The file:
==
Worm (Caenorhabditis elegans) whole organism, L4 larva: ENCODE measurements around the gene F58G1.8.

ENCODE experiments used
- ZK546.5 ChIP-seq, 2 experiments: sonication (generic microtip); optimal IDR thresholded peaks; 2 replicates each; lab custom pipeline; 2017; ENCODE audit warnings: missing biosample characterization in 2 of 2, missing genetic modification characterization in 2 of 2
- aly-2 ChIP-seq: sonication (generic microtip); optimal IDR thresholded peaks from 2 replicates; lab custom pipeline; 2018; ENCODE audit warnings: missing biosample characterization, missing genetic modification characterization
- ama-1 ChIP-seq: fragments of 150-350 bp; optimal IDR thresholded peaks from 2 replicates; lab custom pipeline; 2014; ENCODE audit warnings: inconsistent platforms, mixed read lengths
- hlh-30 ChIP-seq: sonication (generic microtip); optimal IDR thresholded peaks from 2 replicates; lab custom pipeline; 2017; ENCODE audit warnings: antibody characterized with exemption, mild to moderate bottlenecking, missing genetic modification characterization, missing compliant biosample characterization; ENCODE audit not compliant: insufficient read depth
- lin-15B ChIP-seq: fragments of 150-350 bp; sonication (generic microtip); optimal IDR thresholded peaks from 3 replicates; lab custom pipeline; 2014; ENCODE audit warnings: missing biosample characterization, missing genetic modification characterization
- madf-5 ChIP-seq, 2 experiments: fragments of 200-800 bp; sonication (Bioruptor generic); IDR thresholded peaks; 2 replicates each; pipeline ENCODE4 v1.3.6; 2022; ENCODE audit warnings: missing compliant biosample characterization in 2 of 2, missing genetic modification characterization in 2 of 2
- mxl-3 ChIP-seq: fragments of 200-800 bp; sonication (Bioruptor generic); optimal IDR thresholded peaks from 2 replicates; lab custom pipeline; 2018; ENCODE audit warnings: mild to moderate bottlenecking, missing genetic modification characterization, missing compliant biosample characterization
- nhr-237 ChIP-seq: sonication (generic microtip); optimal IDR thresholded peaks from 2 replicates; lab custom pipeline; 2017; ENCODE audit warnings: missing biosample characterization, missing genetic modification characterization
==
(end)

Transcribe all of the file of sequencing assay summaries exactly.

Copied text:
Worm (Caenorhabditis elegans) whole organism, L4 larva: ENCODE measurements around the gene F58G1.8.

ENCODE experiments used
- ZK546.5 ChIP-seq, 2 experiments: sonication (generic microtip); optimal IDR thresholded peaks; 2 replicates each; lab custom pipeline; 2017; ENCODE audit warnings: missing biosample characterization in 2 of 2, missing genetic modification characterization in 2 of 2
- aly-2 ChIP-seq: sonication (generic microtip); optimal IDR thresholded peaks from 2 replicates; lab custom pipeline; 2018; ENCODE audit warnings: missing biosample characterization, missing genetic modification characterization
- ama-1 ChIP-seq: fragments of 150-350 bp; optimal IDR thresholded peaks from 2 replicates; lab custom pipeline; 2014; ENCODE audit warnings: inconsistent platforms, mixed read lengths
- hlh-30 ChIP-seq: sonication (generic microtip); optimal IDR thresholded peaks from 2 replicates; lab custom pipeline; 2017; ENCODE audit warnings: antibody characterized with exemption, mild to moderate bottlenecking, missing genetic modification characterization, missing compliant biosample characterization; ENCODE audit not compliant: insufficient read depth
- lin-15B ChIP-seq: fragments of 150-350 bp; sonication (generic microtip); optimal IDR thresholded peaks from 3 replicates; lab custom pipeline; 2014; ENCODE audit warnings: missing biosample characterization, missing genetic modification characterization
- madf-5 ChIP-seq, 2 experiments: fragments of 200-800 bp; sonication (Bioruptor generic); IDR thresholded peaks; 2 replicates each; pipeline ENCODE4 v1.3.6; 2022; ENCODE audit warnings: missing compliant biosample characterization in 2 of 2, missing genetic modification characterization in 2 of 2
- mxl-3 ChIP-seq: fragments of 200-800 bp; sonication (Bioruptor generic); optimal IDR thresholded peaks from 2 replicates; lab custom pipeline; 2018; ENCODE audit warnings: mild to moderate bottlenecking, missing genetic modification characterization, missing compliant biosample characterization
- nhr-237 ChIP-seq: sonication (generic microtip); optimal IDR thresholded peaks from 2 replicates; lab custom pipeline; 2017; ENCODE audit warnings: missing biosample characterization, missing genetic modification characterization